On May 9, at 6:30 pm, a special edition of the book BESTIARIUS STEBANENSIS by José Esteban and Andrés Alcántara is presented at the Instituto Cervantes in Lisbon (Rua de Santa Marta 43F).
The presentation will count with Tomás Paredes, President of the Spanish Association of Art Critics and the authors.
Simultaneously and at the same Institute, two exhibitions of Andrés Alcántara will be inaugurated. “Drawings of Bestiarius Stebanensis” and “Cervantes and Quixote”.
About BESTIARIUS STEBANENSIS
All the bestiaries that have come to us are derived from the Greek Physiologus, 3rd-5th centuries, written in Alexandria, by an unknown author. Bestiaries respond to man's imaginative faculty, to his ability to enrich reality, describing natural and fantastic creatures, assigning to them symbolic meanings.
Edited by Centro Português de Serigrafia, the special edition of BESTIARIUS STEBANENSIS brings together more than twenty animal creatures, in José Esteban's stimulating and genuine texts combined with the emotive and visionary drawings of Andrés Alcántara. From the universal bestiary, the sea serpent, the dragon or the phoenix; to that of the ancient world, the swan of Leda, the bull of Europe or the horse of Attila; to the medieval bestiary, the beast of the Apocalypse, the crow of São Paulo or Cérbero dog to the modern world, from the donkey of Sancho Panza to the bull Grenadine.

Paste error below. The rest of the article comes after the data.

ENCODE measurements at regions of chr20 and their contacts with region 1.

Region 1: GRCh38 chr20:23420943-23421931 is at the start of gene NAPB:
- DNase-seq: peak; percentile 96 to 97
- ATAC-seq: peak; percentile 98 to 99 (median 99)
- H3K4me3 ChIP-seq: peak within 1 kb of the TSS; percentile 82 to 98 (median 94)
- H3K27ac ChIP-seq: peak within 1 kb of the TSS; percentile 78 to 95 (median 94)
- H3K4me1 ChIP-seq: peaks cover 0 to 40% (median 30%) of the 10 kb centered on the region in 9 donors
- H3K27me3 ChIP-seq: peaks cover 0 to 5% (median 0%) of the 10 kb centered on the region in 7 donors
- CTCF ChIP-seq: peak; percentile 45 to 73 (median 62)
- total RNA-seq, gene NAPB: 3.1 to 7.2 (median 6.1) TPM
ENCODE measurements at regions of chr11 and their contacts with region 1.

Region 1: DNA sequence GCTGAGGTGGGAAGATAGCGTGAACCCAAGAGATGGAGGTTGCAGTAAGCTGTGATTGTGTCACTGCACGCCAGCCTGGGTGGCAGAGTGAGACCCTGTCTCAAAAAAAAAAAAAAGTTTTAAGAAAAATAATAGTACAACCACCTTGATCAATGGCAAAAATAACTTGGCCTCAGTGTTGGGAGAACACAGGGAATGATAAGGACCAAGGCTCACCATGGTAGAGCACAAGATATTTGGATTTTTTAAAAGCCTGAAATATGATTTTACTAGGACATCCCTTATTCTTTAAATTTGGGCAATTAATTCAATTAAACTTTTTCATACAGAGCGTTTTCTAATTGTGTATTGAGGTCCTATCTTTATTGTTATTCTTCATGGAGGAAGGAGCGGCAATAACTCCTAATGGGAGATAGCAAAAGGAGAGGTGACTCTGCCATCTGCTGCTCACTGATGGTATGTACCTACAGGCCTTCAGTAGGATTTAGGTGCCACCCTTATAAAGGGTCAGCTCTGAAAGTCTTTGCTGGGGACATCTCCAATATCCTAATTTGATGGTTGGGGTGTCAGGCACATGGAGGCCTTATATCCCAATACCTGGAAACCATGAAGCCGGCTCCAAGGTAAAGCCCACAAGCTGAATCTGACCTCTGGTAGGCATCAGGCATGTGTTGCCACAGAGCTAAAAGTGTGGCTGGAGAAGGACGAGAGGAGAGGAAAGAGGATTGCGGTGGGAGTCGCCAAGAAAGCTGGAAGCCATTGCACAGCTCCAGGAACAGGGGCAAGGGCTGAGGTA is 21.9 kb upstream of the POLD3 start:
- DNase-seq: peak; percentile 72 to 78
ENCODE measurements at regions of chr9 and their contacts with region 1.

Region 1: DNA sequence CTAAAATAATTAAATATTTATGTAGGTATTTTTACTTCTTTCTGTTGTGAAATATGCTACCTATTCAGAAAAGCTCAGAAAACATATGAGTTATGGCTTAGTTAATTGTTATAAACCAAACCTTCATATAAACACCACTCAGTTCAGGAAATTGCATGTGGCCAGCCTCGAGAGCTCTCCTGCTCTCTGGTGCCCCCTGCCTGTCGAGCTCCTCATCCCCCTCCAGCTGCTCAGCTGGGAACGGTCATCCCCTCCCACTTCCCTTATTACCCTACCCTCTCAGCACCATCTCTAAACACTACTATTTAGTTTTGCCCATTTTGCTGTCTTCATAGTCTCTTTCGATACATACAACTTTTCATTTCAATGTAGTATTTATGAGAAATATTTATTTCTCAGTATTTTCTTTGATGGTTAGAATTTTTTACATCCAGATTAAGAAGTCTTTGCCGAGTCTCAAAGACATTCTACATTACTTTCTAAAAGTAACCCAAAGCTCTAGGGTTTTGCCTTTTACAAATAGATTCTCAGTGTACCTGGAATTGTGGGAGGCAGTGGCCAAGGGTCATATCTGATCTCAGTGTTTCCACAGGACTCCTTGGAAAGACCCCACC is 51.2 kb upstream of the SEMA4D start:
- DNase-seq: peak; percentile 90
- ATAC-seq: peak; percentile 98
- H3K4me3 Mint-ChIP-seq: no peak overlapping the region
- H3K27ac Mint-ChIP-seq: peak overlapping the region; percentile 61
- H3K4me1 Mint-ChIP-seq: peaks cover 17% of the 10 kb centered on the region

As the author of the prologue, Tomás Paredes (President of the Spanish Association of Art Critics) says, “Bestiarius Stebanensis is stimulating, genuine, arbitrary, delusional, subjective, exact, unsettling. Through its various records, the oldest Greek and adjacent mythologies, the Holy Scriptures, echoes of India and China, pass through. Medieval remains, Patristics, Romanticism, and then Borges, Eliade, Freud, Bachelard, Roland Barthes and the world of bulls. It comprises an overlapping of eras and civilizations, from ancient Egypt to Ignacio Sánchez Mejías.”
The book was composed by João Prates associating different types of fonts to the different eras. The translation was done by Jorge Melícia. With a screenprinted cover and manual binding, each book is inserted in a metallic support, suggesting the idea of a cage, based on a wooden base. This same support is numbered and signed by the two authors.
They were only made 84 copies numbered and signed by the intervenients and each book includes a burin engraving by Andrés Alcántara, also numbered and signed.
The exhibitions are open until the 5th of July with free admission.
Instituto Cervantes of Lisbon
R. de Santa Marta 43F, 1150-140 Lisboa
Tel. +351 21 310 5020
Editor: Centro Português de Serigrafia
Partner: Instituto Cervantes of Lisbon / Favini